MILAN — Giorgio Armani had the last word at Milan Fashion Week, which wrapped up six days of womenswear previews for next spring and summer on Monday, launching a book that looks back on his life.
Armani, one of the founders of the Milan ready-to-wear scene, celebrates 40 years of his fashion house this year, and he said he wrote the book because "inside of me there are memories and sensations that I needed to let out." But the 81-year-old designer said the book was less than an autobiography, which he still intends to write, describing it instead as text accompanying photographs.
"An autobiography involves people that are close to you and you don't always feel authorized to expose them," he said.
Armani's long-time friend Sofia Loren sat in the front row both for his runway show and the book presentation. The 81-year-old actress said she planned to take the book on vacation to read. Asked if she expected to find surprises, she replied: "It's possible. You never know."
Vogue international editor Suzy Menkes, who introduced the book, credited Armani with being a revolutionary in the fashion world and praised him for never falling prey to some of fashion's more vulgar tendencies.
"I think it is probably very hard for a generation much younger than me, who was brought up on stretch fabric and bomber jackets to believe that a comfortable jacket was actually a revolution," Menkes said.
She said the principle behind Armani's creations "was to make women and men to look good but look free, to feel free, to be energetic."
The hefty volume is being published this week by Italian publishing house Rizzoli in both English and Italian.
Giorgio Armani took a fresh direction for his next collection, designing gauzy pants that lightly reveal the body and jackets that wrap the figure.
The colors were also a departure for Armani, with a calm red the sexy protagonist, setting off accompanying shades of blue, white and silver.
"The focus is on the body, revealed by a play on elegant veils," the designer notes said.
The technical organza created see-through but structured trousers, shorts and skirts for day and evening that formed the centerpiece of the collection, anchoring elegant looks with open swing jackets with liberating three-quarter sleeves and organza tops. Ribbed organza trousers were sometimes worn under skirts and dresses for a textured effect, while what appears to be a silken mini-dress is actually a jumpsuit that reveals the legs. A wavy big-brimmed made a statement.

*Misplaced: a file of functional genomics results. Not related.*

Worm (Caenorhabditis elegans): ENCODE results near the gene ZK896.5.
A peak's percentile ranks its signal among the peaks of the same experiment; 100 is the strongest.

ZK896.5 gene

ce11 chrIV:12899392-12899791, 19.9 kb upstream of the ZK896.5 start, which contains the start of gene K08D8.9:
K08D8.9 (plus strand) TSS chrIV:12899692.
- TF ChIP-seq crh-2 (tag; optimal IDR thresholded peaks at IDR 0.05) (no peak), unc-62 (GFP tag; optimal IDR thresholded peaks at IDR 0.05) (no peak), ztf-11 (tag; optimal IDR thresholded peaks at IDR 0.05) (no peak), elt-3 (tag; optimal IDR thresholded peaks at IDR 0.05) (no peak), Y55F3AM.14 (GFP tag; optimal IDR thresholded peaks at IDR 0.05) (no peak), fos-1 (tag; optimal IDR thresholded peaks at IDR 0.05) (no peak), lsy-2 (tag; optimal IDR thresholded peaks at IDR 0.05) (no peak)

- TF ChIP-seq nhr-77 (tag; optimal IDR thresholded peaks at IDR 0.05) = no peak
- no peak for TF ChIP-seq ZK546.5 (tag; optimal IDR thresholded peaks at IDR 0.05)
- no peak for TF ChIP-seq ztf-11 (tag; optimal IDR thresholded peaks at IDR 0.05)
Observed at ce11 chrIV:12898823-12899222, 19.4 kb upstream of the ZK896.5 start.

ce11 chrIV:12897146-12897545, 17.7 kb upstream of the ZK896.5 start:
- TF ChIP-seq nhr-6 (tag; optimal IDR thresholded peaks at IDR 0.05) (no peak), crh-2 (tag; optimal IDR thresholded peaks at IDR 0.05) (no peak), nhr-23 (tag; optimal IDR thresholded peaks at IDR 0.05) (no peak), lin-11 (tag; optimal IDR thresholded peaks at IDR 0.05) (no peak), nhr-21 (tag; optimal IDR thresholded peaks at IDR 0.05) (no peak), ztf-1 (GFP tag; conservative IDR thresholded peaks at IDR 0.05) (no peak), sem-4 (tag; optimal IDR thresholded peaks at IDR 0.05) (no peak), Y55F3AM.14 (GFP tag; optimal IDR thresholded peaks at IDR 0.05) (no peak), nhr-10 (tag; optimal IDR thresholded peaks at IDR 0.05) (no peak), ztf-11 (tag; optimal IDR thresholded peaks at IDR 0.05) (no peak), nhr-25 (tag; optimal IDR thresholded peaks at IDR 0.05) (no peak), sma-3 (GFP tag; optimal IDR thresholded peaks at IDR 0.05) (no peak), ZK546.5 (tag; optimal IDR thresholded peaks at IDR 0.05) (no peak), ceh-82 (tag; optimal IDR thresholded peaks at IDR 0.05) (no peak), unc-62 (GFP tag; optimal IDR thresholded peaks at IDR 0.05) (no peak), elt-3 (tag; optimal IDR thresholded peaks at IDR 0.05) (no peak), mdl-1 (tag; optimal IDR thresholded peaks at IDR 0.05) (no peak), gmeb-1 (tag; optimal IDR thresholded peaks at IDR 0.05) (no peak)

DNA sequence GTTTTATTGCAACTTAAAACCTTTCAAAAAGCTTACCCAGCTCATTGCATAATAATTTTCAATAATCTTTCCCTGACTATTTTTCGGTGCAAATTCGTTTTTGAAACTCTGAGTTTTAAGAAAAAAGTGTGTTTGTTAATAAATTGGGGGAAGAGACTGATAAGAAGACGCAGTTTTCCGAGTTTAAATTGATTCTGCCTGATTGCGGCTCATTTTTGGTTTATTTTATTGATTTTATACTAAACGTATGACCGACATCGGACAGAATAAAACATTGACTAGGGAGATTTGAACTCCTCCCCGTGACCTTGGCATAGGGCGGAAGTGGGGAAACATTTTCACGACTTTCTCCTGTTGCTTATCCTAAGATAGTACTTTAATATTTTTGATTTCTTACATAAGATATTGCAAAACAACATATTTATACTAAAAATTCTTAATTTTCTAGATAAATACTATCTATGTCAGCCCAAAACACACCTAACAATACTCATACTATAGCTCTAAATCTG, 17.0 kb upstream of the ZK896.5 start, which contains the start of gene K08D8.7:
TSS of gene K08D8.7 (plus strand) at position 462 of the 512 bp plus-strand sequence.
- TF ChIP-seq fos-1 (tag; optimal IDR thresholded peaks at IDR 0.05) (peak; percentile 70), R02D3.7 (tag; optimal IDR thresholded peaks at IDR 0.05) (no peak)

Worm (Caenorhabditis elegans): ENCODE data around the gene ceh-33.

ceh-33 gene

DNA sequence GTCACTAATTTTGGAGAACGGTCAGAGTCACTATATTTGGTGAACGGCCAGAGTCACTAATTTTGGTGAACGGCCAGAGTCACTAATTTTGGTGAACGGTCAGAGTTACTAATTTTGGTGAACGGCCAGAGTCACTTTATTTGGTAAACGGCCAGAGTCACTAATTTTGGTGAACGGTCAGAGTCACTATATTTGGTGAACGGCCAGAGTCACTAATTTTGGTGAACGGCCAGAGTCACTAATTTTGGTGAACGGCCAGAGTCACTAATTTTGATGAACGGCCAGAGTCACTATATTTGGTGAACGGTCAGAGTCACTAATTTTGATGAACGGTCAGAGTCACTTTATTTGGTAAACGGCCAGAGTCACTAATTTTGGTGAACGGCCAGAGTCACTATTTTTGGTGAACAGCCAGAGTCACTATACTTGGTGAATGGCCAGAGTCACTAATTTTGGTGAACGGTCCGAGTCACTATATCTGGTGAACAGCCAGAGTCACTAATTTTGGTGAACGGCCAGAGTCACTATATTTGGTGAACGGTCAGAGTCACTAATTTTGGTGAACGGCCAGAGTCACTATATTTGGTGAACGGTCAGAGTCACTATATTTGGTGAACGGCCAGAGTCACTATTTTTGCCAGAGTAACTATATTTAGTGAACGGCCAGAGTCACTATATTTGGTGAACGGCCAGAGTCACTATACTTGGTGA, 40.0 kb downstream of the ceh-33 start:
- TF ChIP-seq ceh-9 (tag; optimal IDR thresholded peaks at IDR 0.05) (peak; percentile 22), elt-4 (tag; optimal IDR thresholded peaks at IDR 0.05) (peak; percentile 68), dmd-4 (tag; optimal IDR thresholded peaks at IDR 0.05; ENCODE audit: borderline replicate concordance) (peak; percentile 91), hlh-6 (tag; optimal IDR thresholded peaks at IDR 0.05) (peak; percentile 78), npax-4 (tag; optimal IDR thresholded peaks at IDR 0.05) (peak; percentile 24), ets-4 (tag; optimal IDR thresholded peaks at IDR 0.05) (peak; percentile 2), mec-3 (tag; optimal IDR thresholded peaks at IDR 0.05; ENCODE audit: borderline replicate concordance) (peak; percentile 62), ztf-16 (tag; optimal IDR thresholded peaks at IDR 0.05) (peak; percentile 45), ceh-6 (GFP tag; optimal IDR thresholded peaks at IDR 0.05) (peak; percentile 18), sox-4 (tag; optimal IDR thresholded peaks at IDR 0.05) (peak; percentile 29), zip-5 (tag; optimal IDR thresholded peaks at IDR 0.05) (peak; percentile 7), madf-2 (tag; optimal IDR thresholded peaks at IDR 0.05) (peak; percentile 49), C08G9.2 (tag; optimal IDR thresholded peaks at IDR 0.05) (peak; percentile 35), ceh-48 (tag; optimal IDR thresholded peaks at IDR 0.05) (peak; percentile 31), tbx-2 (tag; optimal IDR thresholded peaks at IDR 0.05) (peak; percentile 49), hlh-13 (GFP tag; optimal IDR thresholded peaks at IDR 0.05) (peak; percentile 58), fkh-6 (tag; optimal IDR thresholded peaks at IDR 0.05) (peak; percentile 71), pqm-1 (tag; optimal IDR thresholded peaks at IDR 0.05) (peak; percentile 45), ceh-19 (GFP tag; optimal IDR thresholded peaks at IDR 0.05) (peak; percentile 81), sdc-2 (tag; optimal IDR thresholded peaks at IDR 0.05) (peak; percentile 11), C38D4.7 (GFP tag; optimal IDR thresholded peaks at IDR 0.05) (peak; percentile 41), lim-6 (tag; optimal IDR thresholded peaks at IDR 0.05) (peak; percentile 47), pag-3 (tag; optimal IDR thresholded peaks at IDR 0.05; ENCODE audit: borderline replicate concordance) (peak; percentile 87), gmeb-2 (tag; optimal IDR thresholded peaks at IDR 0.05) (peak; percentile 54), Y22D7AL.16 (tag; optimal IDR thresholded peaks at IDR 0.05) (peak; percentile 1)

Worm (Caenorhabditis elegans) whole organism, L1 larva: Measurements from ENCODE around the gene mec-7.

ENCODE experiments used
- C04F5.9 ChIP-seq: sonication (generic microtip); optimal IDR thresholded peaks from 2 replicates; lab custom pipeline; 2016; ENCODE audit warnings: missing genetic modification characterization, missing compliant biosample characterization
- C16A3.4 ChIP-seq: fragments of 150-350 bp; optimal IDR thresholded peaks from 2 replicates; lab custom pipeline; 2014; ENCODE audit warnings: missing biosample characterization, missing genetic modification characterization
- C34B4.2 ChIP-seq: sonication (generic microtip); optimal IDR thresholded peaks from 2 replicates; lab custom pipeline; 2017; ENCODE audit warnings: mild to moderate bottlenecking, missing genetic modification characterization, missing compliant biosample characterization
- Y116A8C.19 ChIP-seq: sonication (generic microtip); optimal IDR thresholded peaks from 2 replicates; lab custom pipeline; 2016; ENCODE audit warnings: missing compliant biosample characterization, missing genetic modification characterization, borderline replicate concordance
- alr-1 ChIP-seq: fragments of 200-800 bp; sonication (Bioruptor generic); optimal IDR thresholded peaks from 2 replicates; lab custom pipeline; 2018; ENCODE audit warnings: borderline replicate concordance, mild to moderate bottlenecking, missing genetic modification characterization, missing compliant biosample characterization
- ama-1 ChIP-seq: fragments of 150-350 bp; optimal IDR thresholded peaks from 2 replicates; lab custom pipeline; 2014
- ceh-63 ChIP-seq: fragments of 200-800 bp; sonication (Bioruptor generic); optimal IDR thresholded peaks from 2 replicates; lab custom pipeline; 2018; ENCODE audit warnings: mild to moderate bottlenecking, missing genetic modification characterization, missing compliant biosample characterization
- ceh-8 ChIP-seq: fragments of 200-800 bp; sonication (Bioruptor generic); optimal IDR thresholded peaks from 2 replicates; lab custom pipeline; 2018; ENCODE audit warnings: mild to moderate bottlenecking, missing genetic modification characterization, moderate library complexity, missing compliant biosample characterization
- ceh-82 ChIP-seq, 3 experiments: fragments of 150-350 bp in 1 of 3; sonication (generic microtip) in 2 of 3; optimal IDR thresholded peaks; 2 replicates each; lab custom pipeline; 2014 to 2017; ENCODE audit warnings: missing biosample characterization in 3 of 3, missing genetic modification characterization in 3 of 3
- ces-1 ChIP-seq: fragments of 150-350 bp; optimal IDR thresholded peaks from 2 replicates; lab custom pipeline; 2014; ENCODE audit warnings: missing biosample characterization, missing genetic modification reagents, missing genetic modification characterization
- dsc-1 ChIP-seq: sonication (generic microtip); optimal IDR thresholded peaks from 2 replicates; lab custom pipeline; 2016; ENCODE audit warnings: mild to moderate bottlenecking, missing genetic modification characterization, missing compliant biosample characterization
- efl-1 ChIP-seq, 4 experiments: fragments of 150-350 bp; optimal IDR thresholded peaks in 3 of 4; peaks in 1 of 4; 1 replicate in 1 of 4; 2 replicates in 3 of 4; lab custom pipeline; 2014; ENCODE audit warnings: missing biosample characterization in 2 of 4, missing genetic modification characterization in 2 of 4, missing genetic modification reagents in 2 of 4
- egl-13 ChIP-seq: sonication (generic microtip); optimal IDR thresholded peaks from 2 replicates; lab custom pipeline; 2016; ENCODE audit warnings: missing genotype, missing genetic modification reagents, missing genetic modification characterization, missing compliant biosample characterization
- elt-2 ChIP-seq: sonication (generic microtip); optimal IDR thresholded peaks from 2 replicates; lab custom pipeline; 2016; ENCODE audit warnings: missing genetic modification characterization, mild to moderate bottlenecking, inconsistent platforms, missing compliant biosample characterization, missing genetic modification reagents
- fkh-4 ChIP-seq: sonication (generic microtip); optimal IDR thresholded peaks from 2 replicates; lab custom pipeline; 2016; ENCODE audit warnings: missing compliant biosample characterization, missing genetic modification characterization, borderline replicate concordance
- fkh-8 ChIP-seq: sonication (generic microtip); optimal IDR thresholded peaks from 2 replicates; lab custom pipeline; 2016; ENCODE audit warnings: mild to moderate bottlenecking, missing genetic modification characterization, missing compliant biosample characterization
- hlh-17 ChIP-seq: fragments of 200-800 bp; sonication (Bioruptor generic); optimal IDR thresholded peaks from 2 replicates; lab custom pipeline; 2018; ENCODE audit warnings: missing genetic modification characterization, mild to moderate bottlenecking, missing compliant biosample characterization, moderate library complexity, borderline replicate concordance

Armani's nighttime collection received multiple rounds of applause form the fashion crowd, primarily for the jackets elaborately embroidered with beads and crystals paired with Bermuda shorts. To end the show, three models swirled down the runway in black evening dresses to show off a cloud of red organza peeking from the hemline.
"I have to say that this collection here is very fun, very beautiful, different than his usual things. The colors are fantastic," Loren said.
The young woman expresses a sense of ennui as she lounges on a velvet chair, dressed in satiny shorts and polo shirts, shoeless in ankle socks. Live music by British singer Jordan Hunt emphasizes the fragility of the moment.
The scene is emblematic of that passage from girlhood to womanhood that Austrian-born Arthur Arbesser was working to capture in his debut Milan runway collection. "Lolita" is the obvious reference. Live music by British singer Jordan Hunt during the runway show emphasized the fragility of the moment.
"She is very unaware of her charm of her beauty, of her appeal," Arbesser said backstage before the show, adding that he focused the collection on elements "that are fragile very transparent, event things that are very naive."
The silhouette of the collection is simple, with familiar scholastic elements like school-girl collars and polo shirts out of materials that offer a sense of comfort, including knitwear and muslin. She wears a crocheted striped mini-dress in infantile lavender and baby blue stripes set off by red. There's also a full white skirt with a proud-sitting white cat that fades into the background, paired with a transparent mesh polo, which off the runway would be worn with a camisole.
Arbesser is having quite a coming out during Milan Fashion Week. The 33-year-old Austrian-born designer who spent seven years at Armani made his debut as creative director at the well-established label Iceberg, which is rooted in knitwear, and as well as bringing his eponymous brand to the runway for the first time.
"What is very important for me is that they are two different worlds," Arbesser said.